The architect of Boots’ takeover deal in 2007 is mulling a new bid for the chemist chain as CVC Capital considers joining forces with Bain Capital.
The two private equity firms are exploring a multibillion pound offer for the 173-year-old retailer as its US owner, Walgreens Boots Alliance, considers offloading it.
Walgreens confirmed a strategic review into its ownership of Boots on Tuesday. It has been working with bankers at Goldman Sachs to examine offers for the Nottingham-based firm amid a renewed focus on the US market, although the review could also lead to a separate stock market listing. At the centre of a possible bid sits the CVC managing partner Dominic Murphy.
Fifteen years ago he helped orchestrate a deal for Boots in what was then Europe’s biggest leveraged buyout while working for KKR.
Mr Murphy, who is on the board of Walgreens, joined CVC in 2019. He would have to recuse himself from any board discussions at the pharmaceutical giant about a potential sale due to his roles. Mr Murphy is also on the board of THG, Matthew Moulding’s e-commerce company.
A sale of Boots, which may not happen as discussions remain at an early stage, would bring down the curtain on Stefano Pessina’s involvement with the chain.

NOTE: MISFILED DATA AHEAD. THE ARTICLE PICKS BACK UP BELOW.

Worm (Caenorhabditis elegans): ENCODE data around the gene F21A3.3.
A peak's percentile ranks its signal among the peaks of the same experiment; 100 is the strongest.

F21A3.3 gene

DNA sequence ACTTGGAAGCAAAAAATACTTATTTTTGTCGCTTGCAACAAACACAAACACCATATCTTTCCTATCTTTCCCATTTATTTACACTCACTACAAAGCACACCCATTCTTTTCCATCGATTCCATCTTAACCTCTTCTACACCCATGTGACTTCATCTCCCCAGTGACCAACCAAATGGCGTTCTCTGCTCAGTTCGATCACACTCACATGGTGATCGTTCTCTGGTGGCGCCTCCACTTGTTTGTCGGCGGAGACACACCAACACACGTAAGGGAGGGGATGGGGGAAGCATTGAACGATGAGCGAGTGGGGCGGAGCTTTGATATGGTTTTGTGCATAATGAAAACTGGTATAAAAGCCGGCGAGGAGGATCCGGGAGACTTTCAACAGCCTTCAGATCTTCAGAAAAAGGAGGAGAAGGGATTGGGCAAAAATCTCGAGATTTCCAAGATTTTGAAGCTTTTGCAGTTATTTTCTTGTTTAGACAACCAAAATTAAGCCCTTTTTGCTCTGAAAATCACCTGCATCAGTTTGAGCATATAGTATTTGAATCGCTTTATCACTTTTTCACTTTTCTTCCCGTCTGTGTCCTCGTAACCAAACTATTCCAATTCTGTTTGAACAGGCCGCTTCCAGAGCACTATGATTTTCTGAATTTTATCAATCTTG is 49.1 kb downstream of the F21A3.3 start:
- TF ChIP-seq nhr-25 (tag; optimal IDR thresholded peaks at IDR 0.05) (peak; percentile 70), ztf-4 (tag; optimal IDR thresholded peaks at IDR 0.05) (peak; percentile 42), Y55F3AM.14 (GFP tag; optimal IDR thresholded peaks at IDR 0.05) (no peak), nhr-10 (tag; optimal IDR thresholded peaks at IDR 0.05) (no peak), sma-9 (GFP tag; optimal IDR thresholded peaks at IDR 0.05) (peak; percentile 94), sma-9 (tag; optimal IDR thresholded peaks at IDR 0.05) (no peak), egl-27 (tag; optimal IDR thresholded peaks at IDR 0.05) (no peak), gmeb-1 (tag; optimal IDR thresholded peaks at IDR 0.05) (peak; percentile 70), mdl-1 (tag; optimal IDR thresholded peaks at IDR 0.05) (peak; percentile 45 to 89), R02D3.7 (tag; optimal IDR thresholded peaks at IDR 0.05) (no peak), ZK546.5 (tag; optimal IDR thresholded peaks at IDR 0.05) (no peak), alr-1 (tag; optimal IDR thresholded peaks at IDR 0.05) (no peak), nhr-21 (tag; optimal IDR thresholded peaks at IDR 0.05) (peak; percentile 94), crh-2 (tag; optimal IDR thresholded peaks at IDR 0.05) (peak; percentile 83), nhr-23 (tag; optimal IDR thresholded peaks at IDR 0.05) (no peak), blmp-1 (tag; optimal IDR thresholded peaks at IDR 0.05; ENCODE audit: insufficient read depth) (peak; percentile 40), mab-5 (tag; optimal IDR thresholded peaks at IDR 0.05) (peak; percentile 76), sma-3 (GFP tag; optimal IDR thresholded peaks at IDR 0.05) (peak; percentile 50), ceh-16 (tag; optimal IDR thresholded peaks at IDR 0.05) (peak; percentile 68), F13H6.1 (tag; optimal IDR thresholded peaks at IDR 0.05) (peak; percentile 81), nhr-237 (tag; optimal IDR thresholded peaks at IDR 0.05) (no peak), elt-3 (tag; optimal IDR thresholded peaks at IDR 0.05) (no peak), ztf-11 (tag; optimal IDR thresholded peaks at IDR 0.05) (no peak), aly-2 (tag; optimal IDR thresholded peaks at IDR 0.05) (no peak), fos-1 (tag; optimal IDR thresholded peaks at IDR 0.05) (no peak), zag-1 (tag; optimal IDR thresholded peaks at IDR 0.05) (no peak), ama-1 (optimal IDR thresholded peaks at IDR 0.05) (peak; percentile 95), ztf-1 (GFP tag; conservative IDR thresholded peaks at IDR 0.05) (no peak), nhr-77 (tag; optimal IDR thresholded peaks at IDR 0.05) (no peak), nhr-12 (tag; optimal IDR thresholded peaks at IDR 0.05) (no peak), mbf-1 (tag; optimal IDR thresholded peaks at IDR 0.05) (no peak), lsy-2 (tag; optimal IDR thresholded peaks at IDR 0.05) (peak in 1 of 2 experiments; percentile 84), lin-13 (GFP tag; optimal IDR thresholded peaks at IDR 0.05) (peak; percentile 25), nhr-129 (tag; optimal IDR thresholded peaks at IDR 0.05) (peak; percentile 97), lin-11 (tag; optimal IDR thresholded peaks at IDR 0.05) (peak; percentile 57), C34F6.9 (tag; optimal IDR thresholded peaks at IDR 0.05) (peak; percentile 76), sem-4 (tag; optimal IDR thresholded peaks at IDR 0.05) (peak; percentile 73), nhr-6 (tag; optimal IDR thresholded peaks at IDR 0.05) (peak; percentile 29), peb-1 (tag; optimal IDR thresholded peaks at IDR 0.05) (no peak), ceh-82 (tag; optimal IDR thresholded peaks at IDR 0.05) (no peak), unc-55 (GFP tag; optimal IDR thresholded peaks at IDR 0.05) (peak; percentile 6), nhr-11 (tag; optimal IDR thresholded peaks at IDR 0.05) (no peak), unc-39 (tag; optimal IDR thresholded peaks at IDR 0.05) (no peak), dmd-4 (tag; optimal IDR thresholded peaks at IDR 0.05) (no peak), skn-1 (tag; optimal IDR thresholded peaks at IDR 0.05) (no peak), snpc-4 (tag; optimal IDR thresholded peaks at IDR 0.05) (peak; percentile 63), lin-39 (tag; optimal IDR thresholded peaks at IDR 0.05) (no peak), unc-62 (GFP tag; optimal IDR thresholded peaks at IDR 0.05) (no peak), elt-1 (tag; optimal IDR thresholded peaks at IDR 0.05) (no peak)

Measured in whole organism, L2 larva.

Boots, which traces its roots to John Boot’s first Nottingham store in 1849, has more than 2,000 shops and is one of the UK’s best-known retailers.
In 2005, Richard Barker, Boots’ then chief executive, stunned the City with a £7bn merger with Mr Pessina’s AllianceUni Chem, ending more than 150 years of the British chain’s independence.
Just two years later, Mr Pessina, now chairman of Walgreens, took the company private in a £11bn deal backed by KKR. The takeover left Boots lumbered with £9bn of debt.
Mr Murphy then helped Mr Pessina and KKR sell a 45pc stake to Walgreens in 2012 in a £4bn deal, and the remaining 55pc in 2014 for £6bn.
CVC and Bain declined to comment.